Making Art from Dirt


Heidi Kraay explores the art of living and dying.

By Elisabeth McKetta
Photography by John Webster

Heidi Kraay always has a whole bevy of projects going on at once (“I say yes a lot,” she admits.) “Boise is an organic crazy mess of music and theater and art that is happening right now,” she tells me. “It’s so fantastic! All of these new ideas starting.”
For Kraay, the creation process definitely looks more like fun that like work. One front-burner project that Kraay loves to talk about is called Dirt.

Dirt originated as a story that had been “smoldering around” inside her for years, and finally Heidi decided to work on it collaboratively with a group called HomeGrown Theatre (which she describes as “a lot of smart people doing wild stuff.”) “With Dirt, I had a story in mind at first, based on a proverb—but as we went deeper into it, we made all sorts of discoveries.”

For Dirt, Heidi has also been interviewing local professionals in the death industry—a new form of collaboration for her. “Our play deals with the professionals who work with our dead (funeral home directors, forensic pathologists and their team, coroners, cemetery crews), and so talking with people in the community who do just that has been a key factor in character development.”

Heidi moved to Boise with her family thirteen years ago—and in the years since, she has become a creative force in the Boise theater community.

She says, “I learned in college to do prop and tech work, so that I could always have a job to support my habit.” The jobs include teaching and working in tech at the Morrison Center, Idaho Shakespeare Festival, and others; the habit is creating plays for stage.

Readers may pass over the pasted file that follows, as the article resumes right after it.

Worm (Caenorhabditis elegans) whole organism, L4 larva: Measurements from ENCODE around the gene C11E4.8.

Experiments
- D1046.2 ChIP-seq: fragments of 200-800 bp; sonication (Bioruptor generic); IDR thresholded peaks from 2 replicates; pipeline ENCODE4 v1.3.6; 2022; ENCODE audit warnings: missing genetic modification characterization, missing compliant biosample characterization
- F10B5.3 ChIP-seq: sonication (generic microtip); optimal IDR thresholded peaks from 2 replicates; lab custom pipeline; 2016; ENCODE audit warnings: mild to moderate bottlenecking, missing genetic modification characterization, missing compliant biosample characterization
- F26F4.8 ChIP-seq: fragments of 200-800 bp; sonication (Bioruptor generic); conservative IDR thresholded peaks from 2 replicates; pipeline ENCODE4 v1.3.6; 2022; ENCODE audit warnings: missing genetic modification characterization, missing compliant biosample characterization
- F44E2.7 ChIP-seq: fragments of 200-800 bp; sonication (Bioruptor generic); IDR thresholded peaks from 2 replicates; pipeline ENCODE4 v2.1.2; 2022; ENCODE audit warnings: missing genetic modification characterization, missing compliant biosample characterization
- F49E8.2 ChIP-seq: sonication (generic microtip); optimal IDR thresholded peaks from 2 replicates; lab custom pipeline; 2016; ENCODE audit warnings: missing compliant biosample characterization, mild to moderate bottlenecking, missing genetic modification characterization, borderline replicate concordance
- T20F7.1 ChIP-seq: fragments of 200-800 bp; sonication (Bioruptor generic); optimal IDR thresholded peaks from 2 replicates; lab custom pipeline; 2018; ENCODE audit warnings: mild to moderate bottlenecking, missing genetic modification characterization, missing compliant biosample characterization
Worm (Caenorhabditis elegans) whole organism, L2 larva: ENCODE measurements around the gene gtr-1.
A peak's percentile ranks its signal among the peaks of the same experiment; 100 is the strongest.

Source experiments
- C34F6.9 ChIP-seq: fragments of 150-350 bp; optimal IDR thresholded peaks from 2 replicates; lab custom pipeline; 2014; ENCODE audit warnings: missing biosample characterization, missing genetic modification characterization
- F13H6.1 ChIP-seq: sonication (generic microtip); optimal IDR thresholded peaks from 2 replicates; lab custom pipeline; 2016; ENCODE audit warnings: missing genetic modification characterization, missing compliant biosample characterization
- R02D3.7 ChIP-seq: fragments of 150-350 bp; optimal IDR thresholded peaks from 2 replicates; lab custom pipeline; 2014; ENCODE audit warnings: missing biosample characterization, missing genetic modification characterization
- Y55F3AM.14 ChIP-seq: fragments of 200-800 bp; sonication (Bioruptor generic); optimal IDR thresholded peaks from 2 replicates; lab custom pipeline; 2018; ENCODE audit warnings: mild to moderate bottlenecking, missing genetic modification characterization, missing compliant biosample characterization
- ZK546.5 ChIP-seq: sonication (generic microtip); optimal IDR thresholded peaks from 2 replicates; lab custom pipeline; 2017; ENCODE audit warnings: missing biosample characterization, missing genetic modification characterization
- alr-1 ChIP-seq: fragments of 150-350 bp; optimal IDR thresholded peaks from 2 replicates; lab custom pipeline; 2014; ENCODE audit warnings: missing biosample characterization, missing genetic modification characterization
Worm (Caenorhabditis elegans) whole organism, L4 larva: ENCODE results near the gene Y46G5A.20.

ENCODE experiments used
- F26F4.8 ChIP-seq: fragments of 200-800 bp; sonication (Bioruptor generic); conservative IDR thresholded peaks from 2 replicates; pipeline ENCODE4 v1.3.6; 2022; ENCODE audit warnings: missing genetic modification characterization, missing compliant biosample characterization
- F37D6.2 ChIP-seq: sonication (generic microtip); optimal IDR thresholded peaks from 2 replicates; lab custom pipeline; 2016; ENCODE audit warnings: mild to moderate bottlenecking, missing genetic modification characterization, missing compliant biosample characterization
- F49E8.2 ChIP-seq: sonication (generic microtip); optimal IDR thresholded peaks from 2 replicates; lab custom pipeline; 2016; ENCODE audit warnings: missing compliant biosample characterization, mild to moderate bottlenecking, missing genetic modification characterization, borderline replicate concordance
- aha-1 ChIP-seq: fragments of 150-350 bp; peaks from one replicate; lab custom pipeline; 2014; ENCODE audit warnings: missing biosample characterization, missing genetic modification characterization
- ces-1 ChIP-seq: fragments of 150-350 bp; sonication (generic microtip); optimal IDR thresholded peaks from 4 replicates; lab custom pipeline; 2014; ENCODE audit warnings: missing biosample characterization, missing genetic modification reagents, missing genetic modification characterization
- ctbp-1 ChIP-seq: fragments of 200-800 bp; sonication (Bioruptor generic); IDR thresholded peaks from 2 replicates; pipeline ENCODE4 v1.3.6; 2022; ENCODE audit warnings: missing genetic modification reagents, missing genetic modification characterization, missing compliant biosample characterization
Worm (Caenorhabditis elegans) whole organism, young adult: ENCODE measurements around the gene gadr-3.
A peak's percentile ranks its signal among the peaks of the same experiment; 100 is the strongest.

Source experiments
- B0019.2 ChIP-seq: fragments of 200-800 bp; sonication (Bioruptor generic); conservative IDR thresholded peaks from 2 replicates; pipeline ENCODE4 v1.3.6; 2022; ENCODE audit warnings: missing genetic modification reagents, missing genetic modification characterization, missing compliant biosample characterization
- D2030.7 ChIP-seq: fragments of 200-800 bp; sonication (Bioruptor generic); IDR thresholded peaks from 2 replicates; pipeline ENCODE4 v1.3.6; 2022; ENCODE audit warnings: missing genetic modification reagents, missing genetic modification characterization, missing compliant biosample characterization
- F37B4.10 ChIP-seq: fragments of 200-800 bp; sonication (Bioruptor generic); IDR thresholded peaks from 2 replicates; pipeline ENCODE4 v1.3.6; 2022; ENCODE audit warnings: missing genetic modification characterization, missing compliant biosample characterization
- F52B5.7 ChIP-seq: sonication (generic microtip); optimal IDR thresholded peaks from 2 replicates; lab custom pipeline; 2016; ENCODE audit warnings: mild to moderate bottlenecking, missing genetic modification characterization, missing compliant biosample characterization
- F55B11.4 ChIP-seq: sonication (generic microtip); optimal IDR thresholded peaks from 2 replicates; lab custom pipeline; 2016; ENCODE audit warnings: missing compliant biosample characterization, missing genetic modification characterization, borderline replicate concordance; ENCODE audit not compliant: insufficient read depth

In addition to theater, she also writes and publishes prose and poetry, and she teaches through The Cabin’s “Writers in the Schools” and Idaho Writing Camps program, and also alongside Dwayne Blackaller at Boise Contemporary Theater’s TheaterLAB.

“The teaching is so fun!” Heidi says. “I learn so much! I love the feeling of coming into a group of fourth graders and knowing that they can create something majestic. We tell them to make something true, honest, something that is beautiful to them. We tell that that they’re no wrong answer, ever.”

“Most of us suffer from over-control, from being afraid to take risks and improvise,” she says. “This is fine if you are in a profession like medicine—obviously I don’t want my doctor to improvise!—but it makes for stagnant, colorless art.”

Collaboration is her favorite part of the writing process. Several years ago she wrote a script called “Robots in the Ring” and had the opportunity to work closely with a musical composer. “Until then, I had never collaborated so intensely with anyone!” Heidi says. “I never knew how loose and flexible the creation process could be.”

And this flexibility has shaped her art-making ever since.

In addition to everything else, Heidi is applying to graduate programs in theater. “I’d be terrified and sad to leave Boise,” she says. “But to bring something back would be good.”

Learn more about Heidi’s current and future projects at: